Around 3,000 scientific papers affirm 40 percent of invertebrate pollinators might be facing extinction.
Just one verse each day.
Seventy-five percent of the world’s food crops depend on pollination, even if partially, according to a UN-sponsored report. This report, NPR says, gathers together the conclusions of more than 3,000 scientific papers, which conclude that around 40 percent of all invertebrate pollinators (bees, butterflies, crickets and other insects) and 16.5% percent of vertebrate pollinating species (mainly birds and bats) are facing extinction. This grim conclusion is mainly due to five factors, according to the US National Parks Service: habitat loss, introduction of non-native species – both animal and vegetable – pesticides (neonicotinoids in particular), climate change and parasites and diseases.
This threat obviously affects the whole world’s food supply: almost 90 percent of the world’s flowering species, explains ecologist Laura Burke, of Montana State University in a note published by WIRED Magazine, “require insects or other animals for pollination. That’s a lot of plants that need these adorable creatures for reproduction. And if we don’t have those plants, we have a pretty impoverished world.” Such impoverishment would imply not only a world coffee, chocolate and apple shortage, but much more serious consequences: economically speaking, we are talking about $235 to $577 billion worth of global crops, according to an article published by ThinkProgress.org.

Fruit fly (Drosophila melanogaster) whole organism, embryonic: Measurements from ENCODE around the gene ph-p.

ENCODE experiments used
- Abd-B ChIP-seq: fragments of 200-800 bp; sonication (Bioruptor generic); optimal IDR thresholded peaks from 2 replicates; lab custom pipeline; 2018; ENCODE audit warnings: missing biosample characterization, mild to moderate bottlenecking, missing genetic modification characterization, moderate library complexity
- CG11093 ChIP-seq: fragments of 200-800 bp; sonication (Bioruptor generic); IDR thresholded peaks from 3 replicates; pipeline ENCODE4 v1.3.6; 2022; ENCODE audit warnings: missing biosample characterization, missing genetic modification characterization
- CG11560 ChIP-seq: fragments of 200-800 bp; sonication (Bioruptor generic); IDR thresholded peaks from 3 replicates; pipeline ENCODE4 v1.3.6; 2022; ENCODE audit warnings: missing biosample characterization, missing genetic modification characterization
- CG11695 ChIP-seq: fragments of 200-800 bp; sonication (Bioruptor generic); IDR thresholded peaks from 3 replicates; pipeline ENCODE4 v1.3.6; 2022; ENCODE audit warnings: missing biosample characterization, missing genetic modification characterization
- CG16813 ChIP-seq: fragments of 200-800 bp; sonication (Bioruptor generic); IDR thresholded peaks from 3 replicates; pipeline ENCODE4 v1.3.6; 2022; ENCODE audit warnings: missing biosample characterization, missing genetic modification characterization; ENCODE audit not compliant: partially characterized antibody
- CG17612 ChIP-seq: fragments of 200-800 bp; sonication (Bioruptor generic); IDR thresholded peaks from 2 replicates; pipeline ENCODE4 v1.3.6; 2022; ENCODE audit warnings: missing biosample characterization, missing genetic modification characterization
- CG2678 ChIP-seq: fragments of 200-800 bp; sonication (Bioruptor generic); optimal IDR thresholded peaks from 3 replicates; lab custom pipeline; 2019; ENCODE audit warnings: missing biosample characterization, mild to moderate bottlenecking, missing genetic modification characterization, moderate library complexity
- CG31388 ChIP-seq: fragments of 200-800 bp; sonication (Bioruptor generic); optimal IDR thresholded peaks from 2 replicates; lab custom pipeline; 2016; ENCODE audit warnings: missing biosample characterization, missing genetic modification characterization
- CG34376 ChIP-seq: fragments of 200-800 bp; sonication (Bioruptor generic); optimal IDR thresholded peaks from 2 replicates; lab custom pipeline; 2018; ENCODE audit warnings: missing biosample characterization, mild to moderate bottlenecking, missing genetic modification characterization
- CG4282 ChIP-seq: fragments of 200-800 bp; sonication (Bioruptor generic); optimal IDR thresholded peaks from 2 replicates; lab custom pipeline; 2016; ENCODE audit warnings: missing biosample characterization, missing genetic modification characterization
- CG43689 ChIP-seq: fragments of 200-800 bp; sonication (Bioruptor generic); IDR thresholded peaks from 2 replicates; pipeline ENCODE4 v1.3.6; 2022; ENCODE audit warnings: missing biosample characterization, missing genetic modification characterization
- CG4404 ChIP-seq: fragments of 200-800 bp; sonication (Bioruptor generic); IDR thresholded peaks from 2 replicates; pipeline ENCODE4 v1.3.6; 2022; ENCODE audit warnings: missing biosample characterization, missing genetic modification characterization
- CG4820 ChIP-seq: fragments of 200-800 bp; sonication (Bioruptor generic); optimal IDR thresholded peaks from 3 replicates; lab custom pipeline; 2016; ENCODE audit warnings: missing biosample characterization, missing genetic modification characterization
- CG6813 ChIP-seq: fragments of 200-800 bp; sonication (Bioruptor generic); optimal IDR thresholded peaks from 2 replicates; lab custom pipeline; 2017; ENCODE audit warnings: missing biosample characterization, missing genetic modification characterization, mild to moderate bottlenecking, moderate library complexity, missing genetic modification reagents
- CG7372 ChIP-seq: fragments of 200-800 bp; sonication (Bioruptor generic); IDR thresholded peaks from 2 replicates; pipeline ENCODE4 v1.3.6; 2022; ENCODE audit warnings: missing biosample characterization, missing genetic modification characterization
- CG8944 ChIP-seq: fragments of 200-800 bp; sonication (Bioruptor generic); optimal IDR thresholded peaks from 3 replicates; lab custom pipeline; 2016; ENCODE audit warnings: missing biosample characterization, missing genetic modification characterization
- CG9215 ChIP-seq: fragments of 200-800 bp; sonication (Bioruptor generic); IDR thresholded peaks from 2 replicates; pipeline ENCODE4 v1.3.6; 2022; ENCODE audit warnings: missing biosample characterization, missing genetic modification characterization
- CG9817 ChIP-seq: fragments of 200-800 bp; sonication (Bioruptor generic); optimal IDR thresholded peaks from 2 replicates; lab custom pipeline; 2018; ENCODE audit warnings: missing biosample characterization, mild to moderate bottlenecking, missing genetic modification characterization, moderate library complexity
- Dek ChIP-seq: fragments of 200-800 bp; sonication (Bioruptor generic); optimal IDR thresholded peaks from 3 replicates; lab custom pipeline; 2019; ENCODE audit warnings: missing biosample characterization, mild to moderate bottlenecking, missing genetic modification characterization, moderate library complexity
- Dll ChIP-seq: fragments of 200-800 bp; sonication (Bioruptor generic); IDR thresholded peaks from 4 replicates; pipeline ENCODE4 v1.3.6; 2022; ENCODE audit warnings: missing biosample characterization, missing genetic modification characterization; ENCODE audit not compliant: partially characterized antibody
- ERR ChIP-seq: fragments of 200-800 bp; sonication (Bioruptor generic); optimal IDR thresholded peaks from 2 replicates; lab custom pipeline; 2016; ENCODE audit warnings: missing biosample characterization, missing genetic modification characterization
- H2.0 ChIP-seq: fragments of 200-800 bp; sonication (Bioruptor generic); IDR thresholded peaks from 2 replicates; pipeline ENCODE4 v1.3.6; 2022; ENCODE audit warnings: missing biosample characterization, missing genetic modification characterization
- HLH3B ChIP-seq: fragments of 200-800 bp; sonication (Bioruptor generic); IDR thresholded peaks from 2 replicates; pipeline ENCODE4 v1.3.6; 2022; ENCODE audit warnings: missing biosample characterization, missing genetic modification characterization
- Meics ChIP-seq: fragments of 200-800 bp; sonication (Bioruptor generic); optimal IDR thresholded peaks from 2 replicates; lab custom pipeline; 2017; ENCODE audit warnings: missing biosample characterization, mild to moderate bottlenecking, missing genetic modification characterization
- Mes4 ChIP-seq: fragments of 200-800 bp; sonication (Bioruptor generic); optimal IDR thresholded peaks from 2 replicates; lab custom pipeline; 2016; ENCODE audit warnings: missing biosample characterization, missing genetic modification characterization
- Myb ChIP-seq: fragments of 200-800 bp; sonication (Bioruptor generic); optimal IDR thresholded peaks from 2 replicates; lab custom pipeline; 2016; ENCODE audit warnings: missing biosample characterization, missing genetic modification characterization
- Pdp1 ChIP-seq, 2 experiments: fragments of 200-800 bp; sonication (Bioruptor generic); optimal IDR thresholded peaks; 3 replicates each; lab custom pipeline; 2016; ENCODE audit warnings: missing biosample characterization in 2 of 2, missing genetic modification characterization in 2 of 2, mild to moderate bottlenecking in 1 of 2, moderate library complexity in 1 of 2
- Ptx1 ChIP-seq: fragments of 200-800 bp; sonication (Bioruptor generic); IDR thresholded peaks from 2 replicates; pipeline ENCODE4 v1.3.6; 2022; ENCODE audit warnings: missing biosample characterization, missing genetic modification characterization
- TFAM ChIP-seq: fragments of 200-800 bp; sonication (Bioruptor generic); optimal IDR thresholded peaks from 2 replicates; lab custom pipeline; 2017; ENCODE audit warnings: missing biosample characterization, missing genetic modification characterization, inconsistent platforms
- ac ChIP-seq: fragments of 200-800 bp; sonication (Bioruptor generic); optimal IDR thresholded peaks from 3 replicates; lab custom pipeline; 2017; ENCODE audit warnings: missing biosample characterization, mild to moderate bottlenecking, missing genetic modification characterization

Among such threatened pollinators, bumblebees and butterflies are, apparently, the most endangered species: nearly one-third of North American bumblebee species, once quite common, are in decline, according to a recent survey organized by the Xerces Society, included in the article published on WIRED. In fact, “it’s now possible to wander a corn farm for days without seeing a single bee.”
As with bumblebees, monarch butterflies are also at an historically low level: entomologists have found declines in their numbers all throughout California, for instance. Most researchers blame pesticides, in particular neonicotinoids, which are said to destroy the bees’ nervous system, but urban development – as it leads to pollinators’ habitat loss – is also to blame.
Taking action would imply doing with pollinators the same thing that has been done in the past with other species such as wolves, spotted owls and salmon. It might be even easier, as, unlike the case with wolves, anyone can take part in making pollinators’ lives more feasible. Communities, even in urban environments, can create pollinator habitats, butterfly garden corridors, and other sustaining initiatives on pollinators’ migration routes.